Much of "Waging Heavy Peace" – its title a reference to Young's attempts to take on the music industry in the name of vastly improved sound quality – finds Young ruminating on the fate of both Pono, and the music he so dearly loves.

At the same time, Young addresses the reader in the present tense, as he wonders if his current songwriting dry spell will end soon; if his friends in Crazy Horse will answer the call to crank up the machine for a new album/tour cycle (they do, and they did); and if his relationship with the Muse will be altered now that he has given up the marijuana he employed for decades to reach the trance-states that produced his best-loved songs.

Throughout, Young writes with dry eloquence in a voice that is clearly his own, and not the product of some embedded ghost writer's tape recordings.

Like his father, the late Scott Young, a revered Canadian author and journalist, Young does not favor artful subterfuge, instead routinely stripping away the verbal fat to reveal the heart of the matter. His narrative voice is like his music – direct, emotional, hopeful, sometimes funny, willfully naοve, and often, quite beautiful.

Longtime fans will find enough Young-ian history to fulfill their needs.

The author writes graciously and with a generosity of spirit on his time with friends in the Squires, the Mynah Birds, Buffalo Springfield, CSN&Y, Crazy Horse, the Stray Gators and his various "side-bands."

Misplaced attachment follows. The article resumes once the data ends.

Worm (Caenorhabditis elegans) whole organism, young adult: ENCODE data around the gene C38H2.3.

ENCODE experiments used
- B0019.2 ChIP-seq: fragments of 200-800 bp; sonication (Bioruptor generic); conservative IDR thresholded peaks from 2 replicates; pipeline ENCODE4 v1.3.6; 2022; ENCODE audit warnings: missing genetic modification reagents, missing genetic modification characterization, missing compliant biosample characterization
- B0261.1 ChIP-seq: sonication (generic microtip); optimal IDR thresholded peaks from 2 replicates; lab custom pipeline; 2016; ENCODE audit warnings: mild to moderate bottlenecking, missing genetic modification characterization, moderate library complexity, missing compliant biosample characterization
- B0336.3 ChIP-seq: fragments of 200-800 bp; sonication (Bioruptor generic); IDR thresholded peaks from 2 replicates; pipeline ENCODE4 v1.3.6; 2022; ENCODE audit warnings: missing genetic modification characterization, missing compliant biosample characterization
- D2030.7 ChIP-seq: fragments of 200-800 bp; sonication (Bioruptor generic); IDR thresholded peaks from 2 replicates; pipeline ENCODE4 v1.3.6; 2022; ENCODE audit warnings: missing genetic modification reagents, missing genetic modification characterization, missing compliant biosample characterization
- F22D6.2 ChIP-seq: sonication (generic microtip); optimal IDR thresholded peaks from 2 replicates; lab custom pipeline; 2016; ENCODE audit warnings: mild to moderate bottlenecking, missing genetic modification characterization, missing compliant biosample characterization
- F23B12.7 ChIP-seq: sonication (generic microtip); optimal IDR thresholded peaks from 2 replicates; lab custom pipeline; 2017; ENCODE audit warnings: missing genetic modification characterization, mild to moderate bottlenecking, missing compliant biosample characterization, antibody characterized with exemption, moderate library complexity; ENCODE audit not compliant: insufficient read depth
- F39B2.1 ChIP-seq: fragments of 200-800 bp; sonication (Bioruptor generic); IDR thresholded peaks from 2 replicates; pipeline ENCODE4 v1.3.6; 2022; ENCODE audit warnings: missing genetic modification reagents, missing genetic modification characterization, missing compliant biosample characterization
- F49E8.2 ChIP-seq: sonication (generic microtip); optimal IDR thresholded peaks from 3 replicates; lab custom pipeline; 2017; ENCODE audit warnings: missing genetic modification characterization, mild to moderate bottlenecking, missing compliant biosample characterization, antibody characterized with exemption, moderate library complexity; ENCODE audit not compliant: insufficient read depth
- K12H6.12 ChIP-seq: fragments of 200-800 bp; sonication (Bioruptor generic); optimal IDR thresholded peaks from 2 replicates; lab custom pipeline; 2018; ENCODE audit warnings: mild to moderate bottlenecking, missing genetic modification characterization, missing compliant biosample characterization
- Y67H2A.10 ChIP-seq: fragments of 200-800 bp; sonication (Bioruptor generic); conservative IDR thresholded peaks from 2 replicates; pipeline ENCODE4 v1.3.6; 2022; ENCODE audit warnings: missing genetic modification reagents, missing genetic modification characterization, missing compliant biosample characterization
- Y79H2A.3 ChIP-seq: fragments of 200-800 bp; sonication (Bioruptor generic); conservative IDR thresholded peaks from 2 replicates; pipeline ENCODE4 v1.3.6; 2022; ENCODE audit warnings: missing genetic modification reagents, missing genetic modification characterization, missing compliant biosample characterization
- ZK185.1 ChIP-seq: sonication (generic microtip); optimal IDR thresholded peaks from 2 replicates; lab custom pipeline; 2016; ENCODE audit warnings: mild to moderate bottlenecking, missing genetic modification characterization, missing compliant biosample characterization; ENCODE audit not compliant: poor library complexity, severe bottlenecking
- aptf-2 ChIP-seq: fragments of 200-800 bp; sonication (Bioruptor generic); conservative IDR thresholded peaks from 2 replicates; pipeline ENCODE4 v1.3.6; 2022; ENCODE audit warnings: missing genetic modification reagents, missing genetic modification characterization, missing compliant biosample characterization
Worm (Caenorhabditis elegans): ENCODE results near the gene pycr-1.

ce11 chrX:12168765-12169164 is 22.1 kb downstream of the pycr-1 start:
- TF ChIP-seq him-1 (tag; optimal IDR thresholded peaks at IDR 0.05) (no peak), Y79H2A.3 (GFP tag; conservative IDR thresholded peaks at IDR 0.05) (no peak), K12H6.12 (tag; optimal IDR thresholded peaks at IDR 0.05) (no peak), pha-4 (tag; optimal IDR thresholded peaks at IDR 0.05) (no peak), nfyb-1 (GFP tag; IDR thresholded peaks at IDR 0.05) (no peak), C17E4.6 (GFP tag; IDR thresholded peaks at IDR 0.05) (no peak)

His reminiscences on fallen friends – among them, producer David Briggs, pedal-steel player Ben Keith and filmmaker Larry Johnson – are profoundly emotional without ever venturing toward the maudlin. He has nice things to say about peers Bob Dylan, Joni Mitchell and Bruce Springsteen, and treats Pearl Jam, Nirvana, Wilco, My Morning Jacket and Sonic Youth in a similar fashion.

There are plenty of amusing anecdotes, a few tales of excess and some new light cast on long-held popular myths.

But at its core, "Waging Heavy Peace" is a story about love of the enduring variety. Young's love for the music itself, and his passionate desire to see that music protected and nurtured, certainly. Even more apparent, however, is his love for his family – his wife of 35 years, Pegi, and his children Amber, Ben and Zeke.

The middle son, always referred to by the author as "Ben Young," never just Ben, born in 1978, is a nonverbal quadriplegic with cerebral palsy. Young refers to him as the family's "spirit guide," and makes it plain that this son has always been central to the Young family's conception of itself.

These passages are particularly moving, as are Young's uniformly adoring references to his wife. (None of this comes off as emotional string-pulling – Young writes in starkly honest terms, embracing once again that sense of childlike wonder that seemingly has never left him.)

Looking back over 45 years as a musician and songwriter, noting the blessings bestowed upon him both commercially and artistically, and pondering the meaning of success, Young comes to this conclusion near the book's end:

"My children are perhaps my biggest success and I share that with Pegi because without her it would not be like that."

Jeff Miers is The News' pop ?music critic.

> NONFICTION

Waging Heavy Peace: A Hippie Dream

By Neil Young

Blue Rider Press

502 pages; $30